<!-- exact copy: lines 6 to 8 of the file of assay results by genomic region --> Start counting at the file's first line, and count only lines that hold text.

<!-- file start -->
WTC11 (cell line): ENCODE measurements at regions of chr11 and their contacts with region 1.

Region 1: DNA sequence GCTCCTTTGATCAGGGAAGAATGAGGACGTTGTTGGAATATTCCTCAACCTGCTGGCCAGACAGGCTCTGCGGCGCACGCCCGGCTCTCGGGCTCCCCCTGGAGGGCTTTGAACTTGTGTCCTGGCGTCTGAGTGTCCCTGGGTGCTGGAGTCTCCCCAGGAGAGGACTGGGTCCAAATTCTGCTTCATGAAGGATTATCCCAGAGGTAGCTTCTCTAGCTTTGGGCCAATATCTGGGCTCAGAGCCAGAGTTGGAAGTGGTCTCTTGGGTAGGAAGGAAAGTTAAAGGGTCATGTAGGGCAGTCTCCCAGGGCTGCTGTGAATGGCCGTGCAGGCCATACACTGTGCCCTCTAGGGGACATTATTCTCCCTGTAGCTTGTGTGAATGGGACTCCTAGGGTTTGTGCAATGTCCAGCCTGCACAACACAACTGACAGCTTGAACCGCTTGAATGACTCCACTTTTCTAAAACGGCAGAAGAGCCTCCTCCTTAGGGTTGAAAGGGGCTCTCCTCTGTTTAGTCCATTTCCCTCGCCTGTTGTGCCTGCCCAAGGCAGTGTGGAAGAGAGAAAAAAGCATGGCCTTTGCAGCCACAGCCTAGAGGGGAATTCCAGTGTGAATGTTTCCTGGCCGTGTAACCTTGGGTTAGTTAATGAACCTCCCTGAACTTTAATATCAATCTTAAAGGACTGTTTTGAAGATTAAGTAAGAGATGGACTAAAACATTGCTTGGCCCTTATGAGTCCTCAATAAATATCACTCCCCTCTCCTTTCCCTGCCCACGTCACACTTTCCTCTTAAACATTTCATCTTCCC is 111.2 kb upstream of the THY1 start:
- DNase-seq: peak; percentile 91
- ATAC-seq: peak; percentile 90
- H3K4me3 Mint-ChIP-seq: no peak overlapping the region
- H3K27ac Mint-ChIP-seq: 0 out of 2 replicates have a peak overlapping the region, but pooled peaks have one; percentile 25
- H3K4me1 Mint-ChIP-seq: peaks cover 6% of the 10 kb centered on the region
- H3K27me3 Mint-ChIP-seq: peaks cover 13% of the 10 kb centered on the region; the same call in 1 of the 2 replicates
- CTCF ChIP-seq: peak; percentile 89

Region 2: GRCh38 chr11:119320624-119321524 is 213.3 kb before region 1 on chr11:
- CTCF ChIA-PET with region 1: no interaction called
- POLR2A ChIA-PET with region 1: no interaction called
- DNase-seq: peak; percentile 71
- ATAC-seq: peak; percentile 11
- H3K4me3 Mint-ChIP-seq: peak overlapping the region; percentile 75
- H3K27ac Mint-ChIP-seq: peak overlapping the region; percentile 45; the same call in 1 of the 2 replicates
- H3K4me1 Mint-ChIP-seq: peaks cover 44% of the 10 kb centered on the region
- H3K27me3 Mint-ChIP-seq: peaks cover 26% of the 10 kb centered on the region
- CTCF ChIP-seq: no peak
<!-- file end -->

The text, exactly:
- H3K27ac Mint-ChIP-seq: 0 out of 2 replicates have a peak overlapping the region, but pooled peaks have one; percentile 25
- H3K4me1 Mint-ChIP-seq: peaks cover 6% of the 10 kb centered on the region
- H3K27me3 Mint-ChIP-seq: peaks cover 13% of the 10 kb centered on the region; the same call in 1 of the 2 replicates